Tiny bits of plastic are contaminating mussels from the European Arctic to China in a sign of the global spread of ocean pollution that can end up on people’s dinner plates.
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Mussels in apparently pristine Arctic waters had most plastic of any tested along the Norwegian coast, according to a study this month by the Norwegian Institute for Water Research (NIVA).
Plastics may be getting swept north by ocean currents and winds from Europe and America, ending up swirling around the Arctic Ocean, NIVA researcher Amy Lusher told Reuters.
“Microplastics have been found in mussels everywhere scientists have looked,” she said.
Past surveys have found microplastics off nations including China, Chile, Canada, Britain, and Belgium. Off Norway, the molluscs contained on average 1.8 bits of microplastic—defined as smaller than 5 mm long (0.2 inch)—with 4.3 in the Arctic.
Last year, Chinese researchers suggested that mussels could be a global “bioindicator of microplastic pollution” because the molluscs live on the seabed where many plastics end up and, unlike fish, stay in the same place.
The impact of microplastics’ on marine life or humans when eaten is unclear. Scientists suspect you would have to eat vast amounts of shellfish to be at risk, straining even Belgian diets where moules et frites (mussels and French fries) are a favorite dish.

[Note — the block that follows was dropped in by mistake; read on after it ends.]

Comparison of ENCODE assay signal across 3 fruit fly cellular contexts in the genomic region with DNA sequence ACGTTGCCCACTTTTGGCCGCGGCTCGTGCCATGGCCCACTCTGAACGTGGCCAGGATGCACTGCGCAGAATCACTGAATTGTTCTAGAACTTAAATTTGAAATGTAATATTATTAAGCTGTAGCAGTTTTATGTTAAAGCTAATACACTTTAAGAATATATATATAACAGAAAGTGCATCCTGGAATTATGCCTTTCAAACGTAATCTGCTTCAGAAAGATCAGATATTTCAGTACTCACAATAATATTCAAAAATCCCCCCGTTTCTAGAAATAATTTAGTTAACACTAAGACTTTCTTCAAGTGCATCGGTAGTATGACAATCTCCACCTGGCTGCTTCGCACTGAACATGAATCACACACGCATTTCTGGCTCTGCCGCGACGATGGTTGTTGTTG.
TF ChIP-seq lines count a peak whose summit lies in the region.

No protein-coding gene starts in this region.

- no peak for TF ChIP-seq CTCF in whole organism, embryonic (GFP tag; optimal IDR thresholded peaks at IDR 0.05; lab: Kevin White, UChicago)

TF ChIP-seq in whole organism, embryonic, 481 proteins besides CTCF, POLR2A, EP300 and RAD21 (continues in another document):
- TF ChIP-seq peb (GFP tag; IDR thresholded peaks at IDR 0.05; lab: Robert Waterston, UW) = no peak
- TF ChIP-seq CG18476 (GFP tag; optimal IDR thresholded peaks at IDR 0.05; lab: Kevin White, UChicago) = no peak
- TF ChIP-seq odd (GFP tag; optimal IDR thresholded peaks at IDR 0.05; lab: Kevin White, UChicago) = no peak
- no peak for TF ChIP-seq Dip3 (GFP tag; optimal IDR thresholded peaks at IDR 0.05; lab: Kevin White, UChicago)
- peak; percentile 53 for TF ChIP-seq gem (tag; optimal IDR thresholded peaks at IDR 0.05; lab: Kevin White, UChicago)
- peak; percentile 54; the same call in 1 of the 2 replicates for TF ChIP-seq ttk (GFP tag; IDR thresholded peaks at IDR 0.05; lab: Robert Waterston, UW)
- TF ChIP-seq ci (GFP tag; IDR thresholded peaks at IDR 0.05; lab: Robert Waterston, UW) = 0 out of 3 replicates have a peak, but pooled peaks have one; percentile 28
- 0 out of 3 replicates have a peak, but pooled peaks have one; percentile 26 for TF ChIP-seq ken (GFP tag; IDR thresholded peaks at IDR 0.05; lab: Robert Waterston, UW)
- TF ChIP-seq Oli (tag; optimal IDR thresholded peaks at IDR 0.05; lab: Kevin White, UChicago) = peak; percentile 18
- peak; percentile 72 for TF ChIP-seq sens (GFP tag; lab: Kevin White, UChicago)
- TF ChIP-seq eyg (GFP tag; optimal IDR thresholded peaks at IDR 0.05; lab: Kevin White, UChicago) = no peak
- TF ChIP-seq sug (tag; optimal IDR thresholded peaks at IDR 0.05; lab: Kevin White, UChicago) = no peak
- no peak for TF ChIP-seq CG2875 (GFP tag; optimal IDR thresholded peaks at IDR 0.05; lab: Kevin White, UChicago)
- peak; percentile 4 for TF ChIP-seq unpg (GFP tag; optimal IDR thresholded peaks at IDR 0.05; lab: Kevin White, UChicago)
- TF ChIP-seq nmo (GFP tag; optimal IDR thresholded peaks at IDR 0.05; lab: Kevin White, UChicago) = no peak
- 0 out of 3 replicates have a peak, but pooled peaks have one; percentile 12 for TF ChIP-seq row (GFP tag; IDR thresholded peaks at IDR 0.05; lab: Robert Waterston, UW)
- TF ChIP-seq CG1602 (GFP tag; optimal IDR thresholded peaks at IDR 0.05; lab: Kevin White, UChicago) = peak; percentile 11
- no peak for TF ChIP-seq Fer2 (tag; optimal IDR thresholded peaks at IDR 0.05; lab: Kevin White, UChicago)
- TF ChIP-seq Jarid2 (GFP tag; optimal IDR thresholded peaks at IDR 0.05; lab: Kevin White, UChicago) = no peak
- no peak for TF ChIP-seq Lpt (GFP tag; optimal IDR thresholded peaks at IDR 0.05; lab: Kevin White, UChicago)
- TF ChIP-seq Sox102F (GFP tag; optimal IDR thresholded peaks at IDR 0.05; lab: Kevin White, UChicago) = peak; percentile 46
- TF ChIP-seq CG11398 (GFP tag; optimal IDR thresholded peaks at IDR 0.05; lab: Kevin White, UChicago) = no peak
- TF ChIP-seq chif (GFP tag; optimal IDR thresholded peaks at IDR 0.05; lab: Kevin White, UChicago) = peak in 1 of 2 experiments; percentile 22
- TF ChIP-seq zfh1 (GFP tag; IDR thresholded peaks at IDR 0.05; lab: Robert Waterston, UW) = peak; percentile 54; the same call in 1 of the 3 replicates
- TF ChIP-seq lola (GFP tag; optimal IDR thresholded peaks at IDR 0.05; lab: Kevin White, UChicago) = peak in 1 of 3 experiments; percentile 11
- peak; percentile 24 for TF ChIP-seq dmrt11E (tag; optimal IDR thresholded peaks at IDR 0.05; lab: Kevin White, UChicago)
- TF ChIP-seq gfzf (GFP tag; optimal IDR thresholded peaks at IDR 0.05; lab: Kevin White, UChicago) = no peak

“It’s a warning signal that we need to do something about reducing the input of plastic to the ocean,” Richard Thompson, a professor at Plymouth University and an expert on microplastics, told Reuters of the worldwide finds.
“It’s a cause for concern at the moment rather than an alarm story for human consumption,” he said.
Almost 200 nations signed a U.N. resolution this month to eliminate plastic pollution in the seas, ranging from bottles to supermarket bags and food packaging, estimated at 8 million tonnes a year.
Thompson’s research has shown that extremely high levels of plastics in the seabed can harm animals such as lugworms living in the seabed and build up in their tissues.
Most bits of plastic, however, simply pass through the guts of creatures from shellfish to humans. Thompson said human exposure to microplastics in seafood was likely to be below that from everyday plastics ranging from toys to fleece jackets.
China and the European Union are the top producers of farmed mussels in a global business worth $3 billion.
And scientists want to find out if microplastics might cause mussels or oysters to make pearls—in nature often produced to combat natural irritants like sand.
Pearls might raise the value of some shellfish but also break the teeth of unlucky diners, Lusher said.